The Montly Wholesale Trade: Sales & Inventories, June 2009 was released today. Folks, while productivity shows very bad news for workers to obtain new jobs, wholesale inventories is also showing that production is not expecting an increase in demand. Wholesale inventories were slashed and burned for the 10th month in a row. (you might note Ritholtz is pointing out these numbers will revise Q2 2009 GDP down.)
Wholesale inventories are about 25% of the total business inventories.
That said, sales rose slightly, 0.4%, and looks like a potential trend on a two month increase (see graph below, although not adjusted for prices).
So why people are crying about a double drop in inventories or the 10th straight month when sales are up? I get that wholesalers do not see pick up in demand ahead as being one reason as well as the pull down on U.S. GDP. That said, it appears sales are now divergent in trend from inventory drop. So why did stocks tumble on this news...sales are up, hey everybody, yeah, rah! Recovery is here!
Oops, unless perhaps some of the price increases are within the margin of error and the strongest increase in sales is due to gas prices! I'm crying now too....gee wiz, I'm just so negative. See graphs and maths below.
Src: Dept. of Commerce
Src: RTT News
As we know:
where investment is government investment. So clearly this dramatic drop in wholesale inventories will probably lead to a revision in Q2 2009 GDP.
Total inventories of merchant wholesalers, except manufacturers’ sales branches and offices, after adjustment for seasonal variations but not for price changes, were $393.9 billion at the end of June, down 1.7 percent (+/-0.4%) from the revised May level and were down 10.3 percent (+/-1.2%) from a year ago. The May preliminary estimate was revised downward $1.4 billion or 0.4 percent.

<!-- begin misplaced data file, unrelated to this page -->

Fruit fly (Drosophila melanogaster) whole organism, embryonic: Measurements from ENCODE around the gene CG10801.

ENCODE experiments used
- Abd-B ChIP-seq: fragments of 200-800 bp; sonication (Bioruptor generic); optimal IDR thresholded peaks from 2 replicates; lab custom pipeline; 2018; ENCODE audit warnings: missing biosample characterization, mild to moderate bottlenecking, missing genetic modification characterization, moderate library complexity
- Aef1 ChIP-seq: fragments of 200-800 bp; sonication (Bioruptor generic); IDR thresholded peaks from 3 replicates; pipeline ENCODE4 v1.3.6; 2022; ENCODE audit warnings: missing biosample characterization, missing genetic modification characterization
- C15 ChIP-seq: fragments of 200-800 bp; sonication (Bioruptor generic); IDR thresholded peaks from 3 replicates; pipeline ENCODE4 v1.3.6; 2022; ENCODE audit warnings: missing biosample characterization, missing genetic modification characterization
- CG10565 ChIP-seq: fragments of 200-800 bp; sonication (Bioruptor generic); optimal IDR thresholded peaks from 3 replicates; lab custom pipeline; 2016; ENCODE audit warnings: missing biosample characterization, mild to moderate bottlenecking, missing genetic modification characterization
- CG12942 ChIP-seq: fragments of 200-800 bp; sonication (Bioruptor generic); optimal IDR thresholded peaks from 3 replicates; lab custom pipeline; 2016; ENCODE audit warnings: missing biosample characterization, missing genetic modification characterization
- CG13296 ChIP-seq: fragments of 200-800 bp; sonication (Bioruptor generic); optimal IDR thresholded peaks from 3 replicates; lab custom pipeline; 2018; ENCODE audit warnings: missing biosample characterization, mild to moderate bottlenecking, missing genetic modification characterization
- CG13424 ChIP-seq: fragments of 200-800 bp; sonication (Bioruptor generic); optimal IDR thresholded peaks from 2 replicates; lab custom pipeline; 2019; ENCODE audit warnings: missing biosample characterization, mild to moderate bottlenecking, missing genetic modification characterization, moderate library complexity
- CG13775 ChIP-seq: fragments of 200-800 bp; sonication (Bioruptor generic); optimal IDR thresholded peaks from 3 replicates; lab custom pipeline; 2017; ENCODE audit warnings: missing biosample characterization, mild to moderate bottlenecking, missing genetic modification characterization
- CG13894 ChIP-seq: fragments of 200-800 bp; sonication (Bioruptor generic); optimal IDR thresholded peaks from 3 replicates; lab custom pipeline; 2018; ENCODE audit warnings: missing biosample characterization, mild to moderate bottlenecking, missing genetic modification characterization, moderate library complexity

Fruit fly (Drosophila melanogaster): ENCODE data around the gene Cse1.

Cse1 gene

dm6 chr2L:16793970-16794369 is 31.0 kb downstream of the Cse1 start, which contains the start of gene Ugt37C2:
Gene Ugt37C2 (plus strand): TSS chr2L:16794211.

End-of-month inventories of durable goods were down 1.5 percent (+/-0.4%) from last month and were down 10.4 percent (+/-1.4%) from last June. Inventories of metals and minerals, except petroleum, were down 6.2 percent from last month and inventories of lumber and other construction materials were down 2.5 percent.
End-of-month inventories of nondurable goods were down 2.0 (+/-0.7%) from May and were down 10.2 percent (+/-1.6%) compared to last June. Inventories of farm product raw materials were down 11.6 percent from last month and inventories of petroleum and petroleum products were down 2.7 percent.
The U.S. Census Bureau announced today that June 2009 sales of merchant wholesalers, except manufacturers’ sales branches and offices, after adjustment for seasonal variations and trading-day differences but not for price changes, were $313.1 billion, up 0.4 percent (+/-0.7%)* from the revised May level, but were down 21.0 percent (+/-1.4%) from the June 2008 level.
The May preliminary estimate was revised upward $0.8 billion or 0.2 percent. June sales of durable goods were up 0.7 percent (+/-0.9%)* from last month, but were down 22.9 percent (+/-1.9%) from a year ago.
Sales of motor vehicle and motor vehicle parts and supplies were up 4.5 percent from last month. Sales of nondurable goods were up 0.1 percent (+/-1.1%)* from last month, but were down 19.4 percent (+/-1.6%) from last year. Sales of petroleum and petroleum products were up 7.1 percent from last month, while sales of drugs and duggists' sundries were down 4.7 percent.
Professional economists reading this post are invited to leave a comment and straight me out on why today's release is so horrid.